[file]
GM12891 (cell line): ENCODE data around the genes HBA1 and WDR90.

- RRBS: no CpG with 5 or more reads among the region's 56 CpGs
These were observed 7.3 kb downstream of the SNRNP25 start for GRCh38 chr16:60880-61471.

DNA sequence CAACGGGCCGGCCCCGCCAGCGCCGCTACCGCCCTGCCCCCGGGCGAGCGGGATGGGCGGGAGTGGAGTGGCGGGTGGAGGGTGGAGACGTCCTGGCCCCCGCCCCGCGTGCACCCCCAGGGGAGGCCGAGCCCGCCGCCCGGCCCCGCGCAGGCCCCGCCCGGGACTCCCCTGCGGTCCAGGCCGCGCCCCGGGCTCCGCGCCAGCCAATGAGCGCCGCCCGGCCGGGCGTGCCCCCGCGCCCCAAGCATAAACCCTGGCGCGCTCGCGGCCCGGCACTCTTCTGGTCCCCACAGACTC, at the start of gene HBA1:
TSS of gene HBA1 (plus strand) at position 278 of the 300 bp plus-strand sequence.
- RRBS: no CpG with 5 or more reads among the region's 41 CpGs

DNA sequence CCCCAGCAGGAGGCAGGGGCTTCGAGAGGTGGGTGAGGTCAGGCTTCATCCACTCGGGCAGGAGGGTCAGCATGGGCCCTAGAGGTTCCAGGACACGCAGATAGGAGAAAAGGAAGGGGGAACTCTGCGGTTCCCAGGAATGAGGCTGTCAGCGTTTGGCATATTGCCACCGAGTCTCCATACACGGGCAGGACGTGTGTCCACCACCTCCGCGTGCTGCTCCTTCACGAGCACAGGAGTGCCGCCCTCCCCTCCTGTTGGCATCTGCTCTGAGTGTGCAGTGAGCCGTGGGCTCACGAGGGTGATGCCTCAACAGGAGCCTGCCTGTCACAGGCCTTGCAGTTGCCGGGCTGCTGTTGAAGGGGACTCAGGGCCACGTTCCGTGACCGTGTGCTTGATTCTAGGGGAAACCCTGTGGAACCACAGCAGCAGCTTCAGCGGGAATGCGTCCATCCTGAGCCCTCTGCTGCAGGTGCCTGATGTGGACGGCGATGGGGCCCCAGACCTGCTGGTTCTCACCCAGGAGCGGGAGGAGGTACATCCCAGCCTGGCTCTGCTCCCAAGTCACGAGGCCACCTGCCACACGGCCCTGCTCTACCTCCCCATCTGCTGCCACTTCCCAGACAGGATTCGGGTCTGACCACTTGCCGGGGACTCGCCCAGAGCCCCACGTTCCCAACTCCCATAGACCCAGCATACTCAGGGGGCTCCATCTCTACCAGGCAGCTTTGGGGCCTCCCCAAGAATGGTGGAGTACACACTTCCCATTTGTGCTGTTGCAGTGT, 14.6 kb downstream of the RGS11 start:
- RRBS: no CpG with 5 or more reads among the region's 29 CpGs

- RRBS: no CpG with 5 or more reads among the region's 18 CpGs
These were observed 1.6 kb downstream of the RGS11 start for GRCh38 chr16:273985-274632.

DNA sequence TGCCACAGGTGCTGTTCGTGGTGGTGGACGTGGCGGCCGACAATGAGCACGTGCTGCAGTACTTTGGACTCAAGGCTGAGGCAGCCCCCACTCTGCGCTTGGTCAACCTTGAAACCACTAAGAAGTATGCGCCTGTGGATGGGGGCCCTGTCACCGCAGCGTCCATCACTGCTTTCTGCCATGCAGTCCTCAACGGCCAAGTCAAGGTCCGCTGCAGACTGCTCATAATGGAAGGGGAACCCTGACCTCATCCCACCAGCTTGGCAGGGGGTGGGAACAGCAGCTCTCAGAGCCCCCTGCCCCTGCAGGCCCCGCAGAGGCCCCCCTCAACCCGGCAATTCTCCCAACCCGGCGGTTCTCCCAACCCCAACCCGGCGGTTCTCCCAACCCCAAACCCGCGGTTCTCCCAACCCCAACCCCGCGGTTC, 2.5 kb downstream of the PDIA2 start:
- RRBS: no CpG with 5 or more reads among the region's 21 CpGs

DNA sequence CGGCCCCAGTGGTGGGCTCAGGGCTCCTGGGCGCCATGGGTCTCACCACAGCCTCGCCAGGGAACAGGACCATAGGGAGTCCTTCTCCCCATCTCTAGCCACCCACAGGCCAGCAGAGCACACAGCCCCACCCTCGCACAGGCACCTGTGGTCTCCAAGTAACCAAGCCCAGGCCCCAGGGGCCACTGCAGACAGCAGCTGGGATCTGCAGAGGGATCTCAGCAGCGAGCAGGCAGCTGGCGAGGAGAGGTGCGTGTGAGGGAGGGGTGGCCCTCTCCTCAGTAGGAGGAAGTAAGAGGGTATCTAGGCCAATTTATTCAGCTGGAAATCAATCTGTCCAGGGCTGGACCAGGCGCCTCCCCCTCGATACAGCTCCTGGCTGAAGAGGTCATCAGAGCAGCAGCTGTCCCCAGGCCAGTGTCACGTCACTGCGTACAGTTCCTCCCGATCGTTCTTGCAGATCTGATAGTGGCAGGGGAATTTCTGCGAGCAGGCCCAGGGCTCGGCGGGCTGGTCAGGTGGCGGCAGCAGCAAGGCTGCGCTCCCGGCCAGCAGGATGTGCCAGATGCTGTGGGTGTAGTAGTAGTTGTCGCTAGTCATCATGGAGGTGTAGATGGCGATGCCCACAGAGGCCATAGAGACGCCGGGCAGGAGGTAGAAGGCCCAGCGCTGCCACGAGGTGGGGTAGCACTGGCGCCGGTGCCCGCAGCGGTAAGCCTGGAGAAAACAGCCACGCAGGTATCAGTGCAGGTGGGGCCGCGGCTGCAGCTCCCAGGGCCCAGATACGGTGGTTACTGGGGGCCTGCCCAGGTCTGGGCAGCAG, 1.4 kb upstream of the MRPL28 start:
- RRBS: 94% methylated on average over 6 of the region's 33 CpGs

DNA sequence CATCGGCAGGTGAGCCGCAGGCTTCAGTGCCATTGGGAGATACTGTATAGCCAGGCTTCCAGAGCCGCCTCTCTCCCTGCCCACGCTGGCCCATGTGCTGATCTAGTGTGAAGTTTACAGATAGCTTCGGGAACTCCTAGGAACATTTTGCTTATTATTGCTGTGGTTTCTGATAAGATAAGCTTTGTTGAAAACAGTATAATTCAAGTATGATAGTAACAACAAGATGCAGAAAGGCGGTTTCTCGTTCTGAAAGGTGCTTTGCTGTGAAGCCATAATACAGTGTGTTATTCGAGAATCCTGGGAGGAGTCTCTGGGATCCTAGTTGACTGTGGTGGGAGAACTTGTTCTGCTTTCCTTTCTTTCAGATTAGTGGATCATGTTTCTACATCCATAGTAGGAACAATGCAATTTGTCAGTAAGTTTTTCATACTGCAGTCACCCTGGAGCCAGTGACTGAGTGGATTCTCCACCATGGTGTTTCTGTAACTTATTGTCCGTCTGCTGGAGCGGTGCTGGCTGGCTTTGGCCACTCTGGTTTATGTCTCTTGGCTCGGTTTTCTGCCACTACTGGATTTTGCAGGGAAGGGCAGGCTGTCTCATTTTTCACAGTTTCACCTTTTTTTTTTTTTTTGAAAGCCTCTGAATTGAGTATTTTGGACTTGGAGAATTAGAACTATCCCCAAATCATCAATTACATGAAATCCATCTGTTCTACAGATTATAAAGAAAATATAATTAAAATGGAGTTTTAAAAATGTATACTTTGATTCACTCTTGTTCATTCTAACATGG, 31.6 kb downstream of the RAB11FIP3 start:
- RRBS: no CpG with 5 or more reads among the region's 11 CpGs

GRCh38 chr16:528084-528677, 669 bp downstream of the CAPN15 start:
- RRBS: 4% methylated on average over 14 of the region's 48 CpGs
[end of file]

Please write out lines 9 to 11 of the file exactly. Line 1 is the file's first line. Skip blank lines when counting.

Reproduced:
- RRBS: no CpG with 5 or more reads among the region's 18 CpGs
These were observed 1.6 kb downstream of the RGS11 start for GRCh38 chr16:273985-274632.

DNA sequence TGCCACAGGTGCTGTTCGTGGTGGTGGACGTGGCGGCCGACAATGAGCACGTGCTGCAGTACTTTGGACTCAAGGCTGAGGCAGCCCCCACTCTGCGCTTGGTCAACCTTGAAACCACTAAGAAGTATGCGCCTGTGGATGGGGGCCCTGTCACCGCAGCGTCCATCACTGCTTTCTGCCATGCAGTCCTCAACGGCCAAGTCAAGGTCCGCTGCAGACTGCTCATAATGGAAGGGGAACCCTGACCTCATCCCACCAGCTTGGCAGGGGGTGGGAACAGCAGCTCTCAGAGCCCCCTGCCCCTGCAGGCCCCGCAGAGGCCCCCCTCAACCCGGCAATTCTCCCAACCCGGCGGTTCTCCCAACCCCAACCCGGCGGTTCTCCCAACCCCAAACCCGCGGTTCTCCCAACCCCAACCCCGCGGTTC, 2.5 kb downstream of the PDIA2 start: